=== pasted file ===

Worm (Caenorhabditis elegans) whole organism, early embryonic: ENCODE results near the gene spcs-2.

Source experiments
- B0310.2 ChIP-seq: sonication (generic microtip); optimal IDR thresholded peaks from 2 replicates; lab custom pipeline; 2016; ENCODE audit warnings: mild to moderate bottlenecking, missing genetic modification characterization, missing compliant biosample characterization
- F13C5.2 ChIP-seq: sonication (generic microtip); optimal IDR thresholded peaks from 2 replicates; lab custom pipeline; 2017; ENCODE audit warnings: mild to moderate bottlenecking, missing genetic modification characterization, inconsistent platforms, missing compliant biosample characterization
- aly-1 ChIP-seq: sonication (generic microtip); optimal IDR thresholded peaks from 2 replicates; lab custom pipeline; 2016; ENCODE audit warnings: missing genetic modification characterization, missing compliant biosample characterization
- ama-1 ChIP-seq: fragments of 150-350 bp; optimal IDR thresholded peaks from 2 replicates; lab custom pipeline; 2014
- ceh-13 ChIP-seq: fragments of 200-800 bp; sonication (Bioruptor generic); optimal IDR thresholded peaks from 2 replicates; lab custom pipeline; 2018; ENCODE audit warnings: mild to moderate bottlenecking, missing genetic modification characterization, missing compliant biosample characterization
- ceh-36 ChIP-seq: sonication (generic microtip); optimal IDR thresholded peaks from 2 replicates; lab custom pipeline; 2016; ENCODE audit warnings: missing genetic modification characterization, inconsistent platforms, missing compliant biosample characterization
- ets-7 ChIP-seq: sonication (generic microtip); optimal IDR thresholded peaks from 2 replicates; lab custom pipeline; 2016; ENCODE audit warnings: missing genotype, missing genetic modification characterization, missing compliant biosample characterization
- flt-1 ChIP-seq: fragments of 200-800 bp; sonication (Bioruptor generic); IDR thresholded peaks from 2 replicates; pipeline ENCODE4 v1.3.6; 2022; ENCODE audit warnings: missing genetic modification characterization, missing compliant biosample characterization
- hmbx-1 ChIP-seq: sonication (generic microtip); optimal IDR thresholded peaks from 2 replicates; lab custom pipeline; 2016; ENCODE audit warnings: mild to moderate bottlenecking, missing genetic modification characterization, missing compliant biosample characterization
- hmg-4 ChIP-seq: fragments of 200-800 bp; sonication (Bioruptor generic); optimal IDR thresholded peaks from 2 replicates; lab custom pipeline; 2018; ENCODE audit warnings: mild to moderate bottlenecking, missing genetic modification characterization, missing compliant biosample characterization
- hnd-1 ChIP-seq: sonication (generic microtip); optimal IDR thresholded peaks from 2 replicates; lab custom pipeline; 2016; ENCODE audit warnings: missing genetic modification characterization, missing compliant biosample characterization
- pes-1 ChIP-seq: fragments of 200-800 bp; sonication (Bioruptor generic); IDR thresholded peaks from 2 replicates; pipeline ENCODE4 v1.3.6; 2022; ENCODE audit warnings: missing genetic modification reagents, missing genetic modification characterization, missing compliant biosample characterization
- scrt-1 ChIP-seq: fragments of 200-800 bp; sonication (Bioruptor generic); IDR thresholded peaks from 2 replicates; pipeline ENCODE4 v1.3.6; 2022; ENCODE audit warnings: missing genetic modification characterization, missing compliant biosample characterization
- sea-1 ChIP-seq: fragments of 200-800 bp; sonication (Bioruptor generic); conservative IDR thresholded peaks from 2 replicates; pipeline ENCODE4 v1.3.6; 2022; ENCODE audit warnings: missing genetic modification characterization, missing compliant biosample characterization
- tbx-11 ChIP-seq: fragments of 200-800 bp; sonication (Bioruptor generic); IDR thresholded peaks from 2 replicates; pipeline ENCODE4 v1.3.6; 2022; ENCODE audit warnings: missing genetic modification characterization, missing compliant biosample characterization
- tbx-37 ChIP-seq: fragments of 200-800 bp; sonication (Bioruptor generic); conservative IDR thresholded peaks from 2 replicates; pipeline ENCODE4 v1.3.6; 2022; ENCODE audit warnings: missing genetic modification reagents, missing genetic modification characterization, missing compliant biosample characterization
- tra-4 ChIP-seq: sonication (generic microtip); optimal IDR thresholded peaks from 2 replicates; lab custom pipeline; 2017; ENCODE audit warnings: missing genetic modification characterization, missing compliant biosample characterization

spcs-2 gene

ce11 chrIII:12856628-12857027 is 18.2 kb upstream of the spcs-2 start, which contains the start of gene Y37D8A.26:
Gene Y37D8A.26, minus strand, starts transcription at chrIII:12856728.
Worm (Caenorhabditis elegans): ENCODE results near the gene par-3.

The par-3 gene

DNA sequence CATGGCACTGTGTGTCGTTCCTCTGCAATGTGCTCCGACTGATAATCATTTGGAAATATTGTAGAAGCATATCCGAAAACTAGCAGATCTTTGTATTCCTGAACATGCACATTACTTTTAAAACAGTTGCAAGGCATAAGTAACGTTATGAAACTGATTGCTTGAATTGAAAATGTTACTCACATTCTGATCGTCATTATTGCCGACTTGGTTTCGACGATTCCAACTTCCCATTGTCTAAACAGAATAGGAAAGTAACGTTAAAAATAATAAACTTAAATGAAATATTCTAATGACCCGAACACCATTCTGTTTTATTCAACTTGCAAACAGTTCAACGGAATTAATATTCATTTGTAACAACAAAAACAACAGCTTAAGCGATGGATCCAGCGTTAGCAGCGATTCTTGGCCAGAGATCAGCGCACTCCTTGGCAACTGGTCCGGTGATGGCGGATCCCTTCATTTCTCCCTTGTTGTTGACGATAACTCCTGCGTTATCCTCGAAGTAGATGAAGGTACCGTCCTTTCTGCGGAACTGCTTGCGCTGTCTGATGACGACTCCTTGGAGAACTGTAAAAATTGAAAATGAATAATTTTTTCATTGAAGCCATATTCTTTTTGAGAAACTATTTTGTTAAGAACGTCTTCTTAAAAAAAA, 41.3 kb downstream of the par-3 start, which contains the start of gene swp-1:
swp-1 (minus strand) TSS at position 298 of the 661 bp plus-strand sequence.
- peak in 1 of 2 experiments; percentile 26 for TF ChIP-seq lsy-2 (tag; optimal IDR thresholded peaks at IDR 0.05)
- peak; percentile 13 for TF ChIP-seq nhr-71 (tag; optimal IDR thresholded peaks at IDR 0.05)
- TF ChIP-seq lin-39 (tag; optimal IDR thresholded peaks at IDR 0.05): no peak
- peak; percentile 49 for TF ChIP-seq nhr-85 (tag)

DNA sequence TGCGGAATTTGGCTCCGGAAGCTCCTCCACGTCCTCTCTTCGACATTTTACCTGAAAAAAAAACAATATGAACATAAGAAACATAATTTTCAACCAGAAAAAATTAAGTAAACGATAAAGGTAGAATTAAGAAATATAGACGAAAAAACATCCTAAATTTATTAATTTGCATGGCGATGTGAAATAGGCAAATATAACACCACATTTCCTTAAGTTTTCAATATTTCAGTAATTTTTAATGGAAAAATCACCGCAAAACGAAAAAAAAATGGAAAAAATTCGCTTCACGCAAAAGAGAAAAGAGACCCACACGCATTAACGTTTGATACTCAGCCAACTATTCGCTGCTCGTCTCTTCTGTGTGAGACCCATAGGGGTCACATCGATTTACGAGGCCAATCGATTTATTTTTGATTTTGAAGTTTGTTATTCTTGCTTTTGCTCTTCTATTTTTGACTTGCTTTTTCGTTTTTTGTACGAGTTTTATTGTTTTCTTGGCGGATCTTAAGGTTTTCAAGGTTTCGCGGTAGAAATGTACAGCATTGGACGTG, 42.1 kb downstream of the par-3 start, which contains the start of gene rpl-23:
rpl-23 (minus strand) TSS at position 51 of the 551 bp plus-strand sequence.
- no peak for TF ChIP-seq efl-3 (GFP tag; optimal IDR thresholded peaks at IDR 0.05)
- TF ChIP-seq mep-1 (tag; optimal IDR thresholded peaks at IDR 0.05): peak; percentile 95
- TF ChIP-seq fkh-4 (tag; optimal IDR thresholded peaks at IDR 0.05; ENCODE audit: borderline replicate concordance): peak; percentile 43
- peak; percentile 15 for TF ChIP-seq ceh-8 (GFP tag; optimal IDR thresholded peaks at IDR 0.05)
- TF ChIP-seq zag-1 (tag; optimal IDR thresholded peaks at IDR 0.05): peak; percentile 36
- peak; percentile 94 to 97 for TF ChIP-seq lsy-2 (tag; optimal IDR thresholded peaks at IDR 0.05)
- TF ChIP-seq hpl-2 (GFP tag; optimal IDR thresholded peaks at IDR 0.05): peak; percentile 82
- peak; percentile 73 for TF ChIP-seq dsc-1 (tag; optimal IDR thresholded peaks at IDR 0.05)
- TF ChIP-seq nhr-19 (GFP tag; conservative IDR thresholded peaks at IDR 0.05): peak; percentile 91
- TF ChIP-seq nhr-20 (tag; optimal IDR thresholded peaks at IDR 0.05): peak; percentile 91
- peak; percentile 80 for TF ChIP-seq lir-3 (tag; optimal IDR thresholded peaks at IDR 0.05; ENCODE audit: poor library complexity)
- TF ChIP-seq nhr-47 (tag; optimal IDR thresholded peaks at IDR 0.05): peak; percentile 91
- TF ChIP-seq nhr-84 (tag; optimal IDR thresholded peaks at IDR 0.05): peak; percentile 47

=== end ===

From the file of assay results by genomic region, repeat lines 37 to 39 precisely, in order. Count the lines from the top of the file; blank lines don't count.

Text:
- TF ChIP-seq zag-1 (tag; optimal IDR thresholded peaks at IDR 0.05): peak; percentile 36
- peak; percentile 94 to 97 for TF ChIP-seq lsy-2 (tag; optimal IDR thresholded peaks at IDR 0.05)
- TF ChIP-seq hpl-2 (GFP tag; optimal IDR thresholded peaks at IDR 0.05): peak; percentile 82